The world contains an abundance of sights to see, smell, hear, taste and touch. As you seek to enlighten your child about the vast world waiting for exploration, prepare her for the adventure. Your youngster will need to develop keen observation skills to enable her to notice points of interest around her. The process of learning how to observe can be an exciting one to share with your child.
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Discuss the senses with your child to help him focus on the methods he uses to learn about the world around him, advises the PBS Parents website. List his eyes, which he uses to see things around him. Name the sense of taste, which enables your youngster to taste foods and drinks. Mention his ears, which enable him to hear sounds both loud and soft. Note his nose, which smells both pleasant and putrid scents around him. Specify the sense of touch, with which your youngster can feel the textures of items both large and small.
Talk about the process of using senses to gather information, called “observation.” Mention that scientists use their senses to observe, so as your child uses her senses, she is acting like a scientist. When your youngster sees, hears, tastes, smells and touches the world, she is gathering information that can help her understand how things work, according to educator and author Catherine Valentino.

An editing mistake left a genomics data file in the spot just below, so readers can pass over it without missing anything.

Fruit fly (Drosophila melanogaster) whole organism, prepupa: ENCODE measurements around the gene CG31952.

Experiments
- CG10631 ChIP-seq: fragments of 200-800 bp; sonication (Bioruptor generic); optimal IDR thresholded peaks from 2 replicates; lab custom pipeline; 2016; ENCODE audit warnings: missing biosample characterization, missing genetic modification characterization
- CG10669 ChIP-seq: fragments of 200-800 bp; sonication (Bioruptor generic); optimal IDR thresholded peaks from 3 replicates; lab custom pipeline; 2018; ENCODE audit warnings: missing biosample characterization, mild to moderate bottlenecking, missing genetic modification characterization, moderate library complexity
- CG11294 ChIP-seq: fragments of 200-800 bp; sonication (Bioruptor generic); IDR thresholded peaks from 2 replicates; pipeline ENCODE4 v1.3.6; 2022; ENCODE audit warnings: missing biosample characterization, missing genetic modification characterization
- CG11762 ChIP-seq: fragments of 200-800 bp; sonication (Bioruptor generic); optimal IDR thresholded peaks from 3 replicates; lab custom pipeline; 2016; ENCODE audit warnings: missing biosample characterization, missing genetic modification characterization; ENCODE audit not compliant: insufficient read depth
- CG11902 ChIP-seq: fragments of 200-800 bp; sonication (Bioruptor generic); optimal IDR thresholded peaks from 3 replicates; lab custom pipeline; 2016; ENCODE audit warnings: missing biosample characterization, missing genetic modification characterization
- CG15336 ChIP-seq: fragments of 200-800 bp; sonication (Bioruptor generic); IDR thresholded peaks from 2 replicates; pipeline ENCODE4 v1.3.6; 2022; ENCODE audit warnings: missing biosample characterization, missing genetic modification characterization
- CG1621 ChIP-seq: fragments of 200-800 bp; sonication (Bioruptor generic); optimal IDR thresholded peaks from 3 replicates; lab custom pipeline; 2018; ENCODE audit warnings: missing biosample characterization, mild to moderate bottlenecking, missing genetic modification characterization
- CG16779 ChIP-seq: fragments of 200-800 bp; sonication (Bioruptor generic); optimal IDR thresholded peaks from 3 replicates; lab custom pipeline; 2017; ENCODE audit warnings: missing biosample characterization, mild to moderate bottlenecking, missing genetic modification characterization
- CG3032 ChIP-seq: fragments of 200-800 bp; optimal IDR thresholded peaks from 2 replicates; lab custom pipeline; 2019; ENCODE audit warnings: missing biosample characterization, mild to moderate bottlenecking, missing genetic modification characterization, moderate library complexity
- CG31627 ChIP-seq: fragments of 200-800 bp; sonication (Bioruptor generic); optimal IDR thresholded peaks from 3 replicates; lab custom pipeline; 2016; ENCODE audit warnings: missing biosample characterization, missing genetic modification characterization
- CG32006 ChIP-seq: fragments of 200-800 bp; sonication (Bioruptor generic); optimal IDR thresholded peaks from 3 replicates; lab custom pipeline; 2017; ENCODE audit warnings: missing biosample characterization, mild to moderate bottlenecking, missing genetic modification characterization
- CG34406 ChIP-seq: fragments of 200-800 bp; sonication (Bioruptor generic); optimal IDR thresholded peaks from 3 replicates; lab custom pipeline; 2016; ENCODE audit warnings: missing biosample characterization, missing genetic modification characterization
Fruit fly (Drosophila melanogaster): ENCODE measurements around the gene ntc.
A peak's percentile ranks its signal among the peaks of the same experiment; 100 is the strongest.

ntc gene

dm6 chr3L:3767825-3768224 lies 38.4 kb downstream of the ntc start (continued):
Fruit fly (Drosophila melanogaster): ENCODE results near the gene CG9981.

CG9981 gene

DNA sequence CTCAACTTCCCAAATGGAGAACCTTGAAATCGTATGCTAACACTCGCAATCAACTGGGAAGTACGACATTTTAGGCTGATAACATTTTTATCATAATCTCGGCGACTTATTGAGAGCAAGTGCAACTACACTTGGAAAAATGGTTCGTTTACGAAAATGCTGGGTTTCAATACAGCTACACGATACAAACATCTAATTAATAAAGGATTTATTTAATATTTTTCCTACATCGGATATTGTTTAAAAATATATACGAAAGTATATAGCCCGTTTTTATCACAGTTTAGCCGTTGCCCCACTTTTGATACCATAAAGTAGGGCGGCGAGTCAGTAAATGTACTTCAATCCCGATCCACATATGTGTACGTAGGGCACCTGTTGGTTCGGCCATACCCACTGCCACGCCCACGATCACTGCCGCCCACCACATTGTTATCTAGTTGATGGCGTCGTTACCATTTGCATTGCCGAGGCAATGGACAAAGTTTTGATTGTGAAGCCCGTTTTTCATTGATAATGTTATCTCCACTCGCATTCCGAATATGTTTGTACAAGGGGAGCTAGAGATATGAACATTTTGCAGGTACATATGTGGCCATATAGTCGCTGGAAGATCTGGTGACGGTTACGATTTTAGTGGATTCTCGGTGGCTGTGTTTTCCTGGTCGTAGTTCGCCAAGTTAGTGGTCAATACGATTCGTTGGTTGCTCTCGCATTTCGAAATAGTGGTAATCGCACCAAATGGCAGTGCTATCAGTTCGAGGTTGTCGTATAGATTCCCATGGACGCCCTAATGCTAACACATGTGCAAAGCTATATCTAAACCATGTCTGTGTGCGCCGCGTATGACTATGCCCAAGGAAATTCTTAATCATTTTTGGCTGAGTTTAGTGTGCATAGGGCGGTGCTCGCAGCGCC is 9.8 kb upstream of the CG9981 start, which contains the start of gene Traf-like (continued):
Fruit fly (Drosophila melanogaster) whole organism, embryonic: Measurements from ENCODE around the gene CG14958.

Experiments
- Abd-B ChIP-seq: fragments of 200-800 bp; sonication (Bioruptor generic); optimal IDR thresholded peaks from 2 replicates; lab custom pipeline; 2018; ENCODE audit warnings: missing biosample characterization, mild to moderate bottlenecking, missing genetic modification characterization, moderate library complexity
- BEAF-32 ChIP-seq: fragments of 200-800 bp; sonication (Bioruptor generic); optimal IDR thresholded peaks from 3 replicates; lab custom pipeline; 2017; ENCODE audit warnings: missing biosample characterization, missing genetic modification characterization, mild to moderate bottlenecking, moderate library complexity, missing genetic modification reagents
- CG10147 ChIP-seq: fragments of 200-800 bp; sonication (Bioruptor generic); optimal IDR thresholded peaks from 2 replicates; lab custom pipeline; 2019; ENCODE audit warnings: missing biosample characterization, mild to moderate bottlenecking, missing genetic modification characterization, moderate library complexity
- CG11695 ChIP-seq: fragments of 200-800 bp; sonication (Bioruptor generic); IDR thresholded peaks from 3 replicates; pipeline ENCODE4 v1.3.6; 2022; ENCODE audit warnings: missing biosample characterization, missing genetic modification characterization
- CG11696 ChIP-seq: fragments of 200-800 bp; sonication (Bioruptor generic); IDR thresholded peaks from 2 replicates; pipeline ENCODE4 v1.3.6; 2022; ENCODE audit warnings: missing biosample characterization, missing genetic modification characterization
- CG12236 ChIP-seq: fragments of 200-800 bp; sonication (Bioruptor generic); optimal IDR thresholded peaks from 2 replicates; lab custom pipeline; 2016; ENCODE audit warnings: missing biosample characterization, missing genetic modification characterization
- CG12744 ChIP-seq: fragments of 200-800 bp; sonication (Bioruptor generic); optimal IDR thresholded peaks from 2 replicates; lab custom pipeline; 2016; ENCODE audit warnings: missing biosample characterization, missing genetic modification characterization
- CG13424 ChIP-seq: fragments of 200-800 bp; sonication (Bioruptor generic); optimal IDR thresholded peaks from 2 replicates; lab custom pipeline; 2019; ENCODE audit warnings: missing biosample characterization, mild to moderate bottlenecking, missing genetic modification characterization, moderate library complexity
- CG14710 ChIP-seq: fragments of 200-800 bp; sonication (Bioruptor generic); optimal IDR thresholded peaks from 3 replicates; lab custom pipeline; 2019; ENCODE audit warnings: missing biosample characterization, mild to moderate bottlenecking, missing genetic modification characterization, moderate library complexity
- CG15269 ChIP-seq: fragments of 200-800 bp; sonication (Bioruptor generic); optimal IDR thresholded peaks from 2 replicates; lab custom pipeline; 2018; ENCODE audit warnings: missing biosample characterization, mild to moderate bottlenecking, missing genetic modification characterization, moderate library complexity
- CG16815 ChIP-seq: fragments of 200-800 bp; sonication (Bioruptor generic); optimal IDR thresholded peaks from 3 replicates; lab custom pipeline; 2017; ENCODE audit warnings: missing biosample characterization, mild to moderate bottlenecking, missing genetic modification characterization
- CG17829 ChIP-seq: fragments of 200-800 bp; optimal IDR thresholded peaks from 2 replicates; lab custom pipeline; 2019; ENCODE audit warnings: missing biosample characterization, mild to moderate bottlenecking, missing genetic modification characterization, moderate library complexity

Demonstrate the process of preparing yourself to observe something. Often, it’s ideal to clear your mind to enable you to focus on the object of observation, according to “Fostering Outdoor Observation Skills,” published by the Association of Fish & Wildlife Agencies. Tell your child that sitting or standing quietly in one place for 10 to 20 minutes often helps to enable effective observation.
Encourage your youngster to take notes about observations to enable him to remember important details. Provide your child with a special notebook and pencil for recording observations, and help him write down notes as necessary.
Suggest that your child write a story or a description of observations using the notes she recorded, advises the School Family website. For example, your youngster could create a fictional story based on a walk around the block, written from the perspective of a bird flying through the neighborhood. She could describe everything the bird sees as it wonders about humans and their contraptions. Your child could also write a nonfictional account of her observations, if she chooses.